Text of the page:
No one expected that the Human Resource Development Ministry’s draft New Education Policy would trigger such a massive row in southern India.

The government has put the new draft this week on the HRD ministry website. The controversial clause in the NEP recommending the compulsory teaching of Hindi in all schools has become an issue of contention despite it only being a draft. After strong protests from Tamil Nadu, Karnataka, Maharashtra and West Bengal, the offending para was dropped within hours on June 3.

The new HRD minister Ramesh Pokhriyal was not ready for the uproar. Though the PMO tried to step in and do some damage control, the controversy on allegations of Hindi imposition through back door in the non-Hindi speaking southern states is taking time to die down. First HRD minister Pokhriyal as well as his predecessor Prakash Javadekar clarified that there would be no imposition of Hindi and also changed the draft policy.

No doubt the Prime Minister’s political antenna caught the message immediately as he asked two of his high profile ministers – External Affairs minister Jaishankar and Finance Minister Nirmala Sitharaman – who hail from Tamil Nadu to give an assurance that Hindi would not be imposed. Or else neither is the type to tweet on the issue.

Neither of them have any base in Tamil Nadu. In Tamil Nadu, the DMK was the first to pass the resolution against Hindi imposition and the state government too declared that it would continue its two-language formula of teaching Tamil and English in schools.

The DMK, which has been waiting for an emotional issue before the next Assembly polls, sprang up immediately condemning the Centre for trying to impose Hindi on Tamil Nadu. DMK chief M.K. Stalin hinted that they would step up an agitation if Hindi were imposed. Tamil Nadu Congress Committee president K.S. Alagiri reminded that though the DMK then had only two members in Parliament, India’s first Prime Minister Nehru had assured that until non-Hindi people desired to learn Hindi, the two-language formula would be followed.

In 1965, the state witnessed violent protests against a proposal that Hindi would be India’s only official language. Protests from other southern states came immediately with the Karnataka chief minister H.D.Kumaraswamy joining the chorus. Former chief minister Siddharamaih and Maharashtra Nav Nirman Samithi chief Raj Thackeray also had protested.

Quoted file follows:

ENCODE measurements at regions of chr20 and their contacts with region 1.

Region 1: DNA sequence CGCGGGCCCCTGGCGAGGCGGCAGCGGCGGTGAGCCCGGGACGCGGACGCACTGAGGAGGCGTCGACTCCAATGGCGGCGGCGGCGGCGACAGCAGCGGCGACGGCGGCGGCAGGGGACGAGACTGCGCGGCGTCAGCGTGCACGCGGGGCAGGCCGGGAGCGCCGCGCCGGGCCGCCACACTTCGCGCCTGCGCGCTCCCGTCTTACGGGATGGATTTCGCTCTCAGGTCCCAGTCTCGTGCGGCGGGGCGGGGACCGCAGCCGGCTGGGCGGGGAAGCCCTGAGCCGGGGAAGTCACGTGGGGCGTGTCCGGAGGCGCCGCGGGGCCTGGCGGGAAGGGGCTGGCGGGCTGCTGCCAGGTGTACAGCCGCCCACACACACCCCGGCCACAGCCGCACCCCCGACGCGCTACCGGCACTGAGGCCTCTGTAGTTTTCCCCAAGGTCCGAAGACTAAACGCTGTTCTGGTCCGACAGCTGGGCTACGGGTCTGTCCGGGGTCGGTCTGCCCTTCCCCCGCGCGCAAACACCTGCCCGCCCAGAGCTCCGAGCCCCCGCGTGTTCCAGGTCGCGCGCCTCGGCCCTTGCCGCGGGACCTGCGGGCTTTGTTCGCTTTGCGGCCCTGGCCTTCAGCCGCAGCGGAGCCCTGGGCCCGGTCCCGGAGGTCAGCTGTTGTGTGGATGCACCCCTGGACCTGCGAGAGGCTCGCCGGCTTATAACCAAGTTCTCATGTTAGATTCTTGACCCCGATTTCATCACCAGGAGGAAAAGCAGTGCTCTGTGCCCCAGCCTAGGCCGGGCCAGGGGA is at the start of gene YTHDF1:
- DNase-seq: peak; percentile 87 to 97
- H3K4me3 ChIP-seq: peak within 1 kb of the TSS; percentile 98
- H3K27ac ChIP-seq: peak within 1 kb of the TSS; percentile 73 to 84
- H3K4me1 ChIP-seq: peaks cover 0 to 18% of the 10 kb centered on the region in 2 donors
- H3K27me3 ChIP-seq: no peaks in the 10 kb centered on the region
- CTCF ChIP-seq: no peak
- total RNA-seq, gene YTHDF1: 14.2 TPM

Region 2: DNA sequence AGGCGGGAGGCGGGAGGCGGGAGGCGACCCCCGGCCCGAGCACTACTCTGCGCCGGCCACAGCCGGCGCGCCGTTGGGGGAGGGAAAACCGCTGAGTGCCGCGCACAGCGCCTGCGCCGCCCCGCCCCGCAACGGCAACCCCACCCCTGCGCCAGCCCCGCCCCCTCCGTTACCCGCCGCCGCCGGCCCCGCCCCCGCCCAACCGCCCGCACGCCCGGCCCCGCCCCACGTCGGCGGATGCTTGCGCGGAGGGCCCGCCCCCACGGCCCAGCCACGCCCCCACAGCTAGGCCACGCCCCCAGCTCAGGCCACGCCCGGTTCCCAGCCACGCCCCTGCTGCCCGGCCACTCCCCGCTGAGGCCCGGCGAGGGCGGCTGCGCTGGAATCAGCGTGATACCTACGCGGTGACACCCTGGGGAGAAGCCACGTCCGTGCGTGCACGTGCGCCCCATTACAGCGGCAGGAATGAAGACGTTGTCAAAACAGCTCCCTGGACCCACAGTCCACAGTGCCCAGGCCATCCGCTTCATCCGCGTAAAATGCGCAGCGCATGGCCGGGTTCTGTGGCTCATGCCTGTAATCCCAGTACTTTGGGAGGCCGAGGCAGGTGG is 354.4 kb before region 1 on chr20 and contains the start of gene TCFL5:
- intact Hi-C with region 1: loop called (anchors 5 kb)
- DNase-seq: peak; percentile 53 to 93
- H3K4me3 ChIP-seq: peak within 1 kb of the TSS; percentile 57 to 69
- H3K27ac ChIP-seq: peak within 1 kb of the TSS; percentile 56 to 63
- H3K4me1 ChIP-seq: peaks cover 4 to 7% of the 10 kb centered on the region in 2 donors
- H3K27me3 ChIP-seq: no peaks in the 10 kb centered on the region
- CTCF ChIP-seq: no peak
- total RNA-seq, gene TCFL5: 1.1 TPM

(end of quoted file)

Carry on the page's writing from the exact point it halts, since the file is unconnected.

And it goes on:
In West Bengal the activists associated with the Bangla Pokho civil society took to the streets. Tamil is the official language not only in Tamil Nadu but also in the neighbouring Puducherry and Andaman and Nicobar islands. So why all this hue and cry? First of all, it is an emotional issue, which the Dravidian parties do not want to give up.

Tamil Nadu (or the old Madras state) had witnessed anti-Hindi agitations as early as 1937 and the 1965 anti-Hindi protests led to the growth of the DMK. Since 1969, the state has been following only a two-language formula, which has worked well so far. The Dravidian parties believe that Tamil is not just a language but is their identity.

Secondly, their objection to Hindi is political. Tamil Nadu is anti-Hindi, anti-north and now even anti-Modi. The Centre should understand that the anti- Hindi sentiments in southern states are not just a language affair as they see the imposition of Hindi as an extension of the hegemony of the north that hurts their Tamil pride.

This is one of the reasons the BJP has not been able find its feet in Tamil Nadu despite sincere efforts because the people see the BJP as a North Indian party. Even Modi’s superb oratory did not find takers. The Modi government has handled the emotive issue delicately by not allowing the situation to go out of control. It does not suit the new government to face a new crisis in the first week of its second term.

Moreover, the ruling party does not have a presence in the south barring Karnataka and it did want to be seen as insensitive to the concerns of the southern states especially Tamil Nadu. Since language is primarily a utilitarian tool, knowing many languages is an advantage. But imposition of Hindi on states should be avoided. All said and done, English is still the link language within India and also it provides access to global knowledge.

Finally it is not just language, but many other identities of culture, religion, caste and ethnicity that ensure the idea of unity in diversity. The effort should be to find a broader and more inclusive language policy that meets the aspirations of regional interests. As Congress M.P Shashi Tharoor says, “Whatever the Hindi chauvinists might say, we don’t have one ‘national language’ in India, but several.” Hindi would become a truly national language only when people of the south willingly learn it.